Squash blossoms are a delicious edible flower that you can find in your garden or occasionally at the farmer’s market. It’s serious impossible for me to pass them by as I absolutely love the idea of eating flowers. There is nothing more beautiful and girly that to have that bright yellow flower on your plate. That being said, they can be somewhat intimidating so here’s how to clean and prepare squash blossoms.
What is a squash blossom?
Squash blossoms are also known as zucchini blossoms. They are the flower from which zucchini grows.
What do squash blossoms taste like?
Squash blossoms taste faintly of zucchini. It’s a very mild flavor, which is why you often see it paired with mozzarella cheese or eggs. Trust me, they taste great too. My husband will gobble up a few pieces of my Squash Blossom Pizza without hesitation. It’s definitely for everyone.
What part of the squash blossom is edible?
Technically, the entire squash blossom is edible. However, the stem, pistil and stamen have a different texture. They won't harm you but for a more refined dish, they are usually removed.
Where to buy squash blossoms?
The best place to get squash blossoms is from your backyard. Zucchini are pretty hardy in most places so if you get sick of zucchini then you can just start picking and eating the flowers instead. If you don’t have a garden, try picking up squash blossoms at your local farmer’s market.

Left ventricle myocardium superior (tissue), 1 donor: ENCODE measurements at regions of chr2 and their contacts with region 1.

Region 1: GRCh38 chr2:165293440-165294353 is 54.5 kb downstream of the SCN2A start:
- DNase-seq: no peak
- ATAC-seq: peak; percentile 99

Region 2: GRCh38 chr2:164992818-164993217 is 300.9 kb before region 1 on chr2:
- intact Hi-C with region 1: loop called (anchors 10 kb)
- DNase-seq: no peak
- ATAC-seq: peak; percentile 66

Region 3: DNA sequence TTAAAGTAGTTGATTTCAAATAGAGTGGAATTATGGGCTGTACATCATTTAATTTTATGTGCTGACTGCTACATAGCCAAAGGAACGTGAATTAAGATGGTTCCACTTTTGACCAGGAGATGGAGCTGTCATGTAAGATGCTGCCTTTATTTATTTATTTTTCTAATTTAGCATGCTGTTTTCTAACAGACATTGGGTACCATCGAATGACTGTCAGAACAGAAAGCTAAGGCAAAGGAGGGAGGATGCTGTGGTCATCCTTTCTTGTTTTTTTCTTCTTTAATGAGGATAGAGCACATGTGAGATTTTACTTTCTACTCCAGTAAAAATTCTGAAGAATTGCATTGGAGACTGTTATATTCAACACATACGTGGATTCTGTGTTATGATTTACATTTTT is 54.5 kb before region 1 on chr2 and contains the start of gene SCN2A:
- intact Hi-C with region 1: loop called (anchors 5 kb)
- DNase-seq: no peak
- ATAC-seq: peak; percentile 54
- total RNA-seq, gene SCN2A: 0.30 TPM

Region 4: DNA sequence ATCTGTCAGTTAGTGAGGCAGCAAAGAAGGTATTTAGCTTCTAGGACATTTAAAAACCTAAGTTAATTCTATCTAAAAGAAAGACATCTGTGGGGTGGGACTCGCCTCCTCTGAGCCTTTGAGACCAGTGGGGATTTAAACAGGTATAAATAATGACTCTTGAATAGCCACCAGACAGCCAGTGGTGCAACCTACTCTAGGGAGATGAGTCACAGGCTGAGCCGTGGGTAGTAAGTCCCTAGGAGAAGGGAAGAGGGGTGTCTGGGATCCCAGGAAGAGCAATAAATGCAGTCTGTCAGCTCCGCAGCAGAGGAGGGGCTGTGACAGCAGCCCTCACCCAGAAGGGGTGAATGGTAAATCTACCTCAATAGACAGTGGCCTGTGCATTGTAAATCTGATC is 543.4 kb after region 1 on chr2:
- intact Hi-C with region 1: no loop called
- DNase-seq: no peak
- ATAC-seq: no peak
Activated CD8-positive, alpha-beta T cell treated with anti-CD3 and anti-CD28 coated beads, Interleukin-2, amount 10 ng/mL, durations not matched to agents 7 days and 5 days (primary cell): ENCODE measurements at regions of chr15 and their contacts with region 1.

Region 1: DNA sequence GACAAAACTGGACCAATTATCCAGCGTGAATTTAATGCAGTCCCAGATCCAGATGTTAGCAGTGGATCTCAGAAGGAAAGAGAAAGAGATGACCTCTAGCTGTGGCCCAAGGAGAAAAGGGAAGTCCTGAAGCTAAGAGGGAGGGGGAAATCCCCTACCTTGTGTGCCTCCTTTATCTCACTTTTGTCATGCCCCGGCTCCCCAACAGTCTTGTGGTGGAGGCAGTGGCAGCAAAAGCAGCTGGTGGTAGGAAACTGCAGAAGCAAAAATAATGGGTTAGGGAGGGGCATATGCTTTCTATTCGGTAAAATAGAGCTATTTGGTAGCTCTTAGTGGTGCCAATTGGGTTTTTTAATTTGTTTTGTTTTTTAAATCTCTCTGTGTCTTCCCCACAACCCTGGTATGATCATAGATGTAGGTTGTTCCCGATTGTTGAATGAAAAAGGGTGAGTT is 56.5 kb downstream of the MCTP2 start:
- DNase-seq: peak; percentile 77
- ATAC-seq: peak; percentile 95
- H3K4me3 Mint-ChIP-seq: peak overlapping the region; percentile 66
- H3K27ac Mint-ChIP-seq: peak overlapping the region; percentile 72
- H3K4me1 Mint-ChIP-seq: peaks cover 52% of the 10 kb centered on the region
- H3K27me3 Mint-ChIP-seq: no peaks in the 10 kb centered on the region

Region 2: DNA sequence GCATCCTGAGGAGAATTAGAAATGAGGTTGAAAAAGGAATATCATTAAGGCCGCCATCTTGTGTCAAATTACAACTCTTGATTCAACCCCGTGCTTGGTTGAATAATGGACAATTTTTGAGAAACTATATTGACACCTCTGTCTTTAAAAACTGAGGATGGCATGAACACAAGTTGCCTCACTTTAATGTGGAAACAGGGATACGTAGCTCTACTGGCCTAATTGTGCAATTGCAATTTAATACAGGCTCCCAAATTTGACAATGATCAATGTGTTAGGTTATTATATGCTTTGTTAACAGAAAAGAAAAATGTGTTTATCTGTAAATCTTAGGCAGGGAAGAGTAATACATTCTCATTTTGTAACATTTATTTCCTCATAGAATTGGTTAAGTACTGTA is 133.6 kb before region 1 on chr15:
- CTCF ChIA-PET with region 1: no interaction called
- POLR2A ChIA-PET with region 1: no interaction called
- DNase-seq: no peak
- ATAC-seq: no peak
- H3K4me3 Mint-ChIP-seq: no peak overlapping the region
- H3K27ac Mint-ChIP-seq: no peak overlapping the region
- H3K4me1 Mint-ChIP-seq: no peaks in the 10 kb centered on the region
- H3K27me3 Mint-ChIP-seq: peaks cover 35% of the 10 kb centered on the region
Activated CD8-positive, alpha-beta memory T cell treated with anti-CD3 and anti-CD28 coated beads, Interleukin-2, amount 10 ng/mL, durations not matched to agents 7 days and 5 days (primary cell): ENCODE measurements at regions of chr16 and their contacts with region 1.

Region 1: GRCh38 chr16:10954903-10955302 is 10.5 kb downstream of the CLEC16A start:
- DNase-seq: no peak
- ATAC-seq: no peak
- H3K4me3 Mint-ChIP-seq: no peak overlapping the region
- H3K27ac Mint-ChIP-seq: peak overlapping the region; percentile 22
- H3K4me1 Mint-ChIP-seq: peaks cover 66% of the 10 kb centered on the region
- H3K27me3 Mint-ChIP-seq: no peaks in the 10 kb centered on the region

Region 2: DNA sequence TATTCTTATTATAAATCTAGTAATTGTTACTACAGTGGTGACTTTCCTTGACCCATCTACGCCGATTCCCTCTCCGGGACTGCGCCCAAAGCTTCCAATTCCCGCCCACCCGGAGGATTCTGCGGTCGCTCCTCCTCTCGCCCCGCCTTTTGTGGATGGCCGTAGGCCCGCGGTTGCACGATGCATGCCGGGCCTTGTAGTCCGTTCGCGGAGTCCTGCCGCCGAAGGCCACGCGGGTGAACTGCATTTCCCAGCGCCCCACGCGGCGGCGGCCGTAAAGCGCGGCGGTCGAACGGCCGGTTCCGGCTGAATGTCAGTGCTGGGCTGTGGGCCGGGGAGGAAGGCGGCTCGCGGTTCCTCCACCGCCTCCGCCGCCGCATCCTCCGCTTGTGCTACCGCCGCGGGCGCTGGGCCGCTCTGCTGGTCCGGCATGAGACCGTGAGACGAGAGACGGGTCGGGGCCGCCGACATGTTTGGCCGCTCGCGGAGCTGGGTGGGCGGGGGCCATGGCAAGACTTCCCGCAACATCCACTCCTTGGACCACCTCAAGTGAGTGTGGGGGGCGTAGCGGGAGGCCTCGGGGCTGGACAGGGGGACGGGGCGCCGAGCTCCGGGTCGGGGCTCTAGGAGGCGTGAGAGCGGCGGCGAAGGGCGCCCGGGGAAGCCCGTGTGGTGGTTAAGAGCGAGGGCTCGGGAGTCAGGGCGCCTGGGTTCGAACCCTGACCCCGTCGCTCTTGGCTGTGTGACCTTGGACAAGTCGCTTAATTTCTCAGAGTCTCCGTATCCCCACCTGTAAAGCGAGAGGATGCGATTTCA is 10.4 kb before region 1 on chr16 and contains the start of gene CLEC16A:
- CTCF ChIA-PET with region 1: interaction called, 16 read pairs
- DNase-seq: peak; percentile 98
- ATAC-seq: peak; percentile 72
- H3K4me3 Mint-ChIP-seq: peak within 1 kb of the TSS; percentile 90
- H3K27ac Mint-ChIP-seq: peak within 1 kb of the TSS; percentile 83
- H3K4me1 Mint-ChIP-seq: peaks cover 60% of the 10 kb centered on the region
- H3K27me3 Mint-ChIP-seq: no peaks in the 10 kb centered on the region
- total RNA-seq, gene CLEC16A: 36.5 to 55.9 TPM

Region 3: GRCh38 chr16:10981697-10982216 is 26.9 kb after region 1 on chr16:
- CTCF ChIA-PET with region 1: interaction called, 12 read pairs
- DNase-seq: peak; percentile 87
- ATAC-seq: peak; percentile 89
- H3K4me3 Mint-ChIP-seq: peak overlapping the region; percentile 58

It’s rare to find squash blossoms are your local grocery store as flowers since flowers are so delicate.
How do you keep squash blossoms fresh?
Store them in the refrigerator to keep them as fresh as possible. Just place them on a baking sheet that is lined with paper towels or a towel. The towel will soak up any excess moisture. Then place additional paper towels on top of them.
How long do squash blossoms last?
Like most flowers, squash blossoms don’t have a very long shelf life so it’s something that you won’t find very far from the farmer. You will need to use them within a few days of bringing them home. They will start to wilt and shrivel after about 24-48 hours. They are really best when prepared the day they were picked.
How do you clean squash blossoms?
Squash blossoms are delicate so be careful when washing them. Fill a bowl of water and gently submerge the blossoms. Take care to remove any insects or dirt from the flowers. Wait to wash the blossoms until right before using them to retain their freshness.
How do you prepare squash blossoms?
To prepare the blossoms you’ll need to trim the ends of the flower near the stem to remove the flower. You’ll also need to remove the stamen or pistil from within the blossom.
How to cook squash blossoms?
The most traditional way of cooking squash blossoms is stuffing them with cheese and then to make deep fried squash blossoms.
Looking for squash blossom recipes? Try these.
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How to Clean and Prepare Squash Blossoms
Squash blossoms are a delicious edible flower that you can
find in your garden or occasionally at the farmer’s market. They can be somewhat intimidating so here’s how to clean and prepare squash blossoms.
- Squash Blossoms
- Dish towel
- Bowl filled with water
- To prepare the blossoms you’ll need to trim the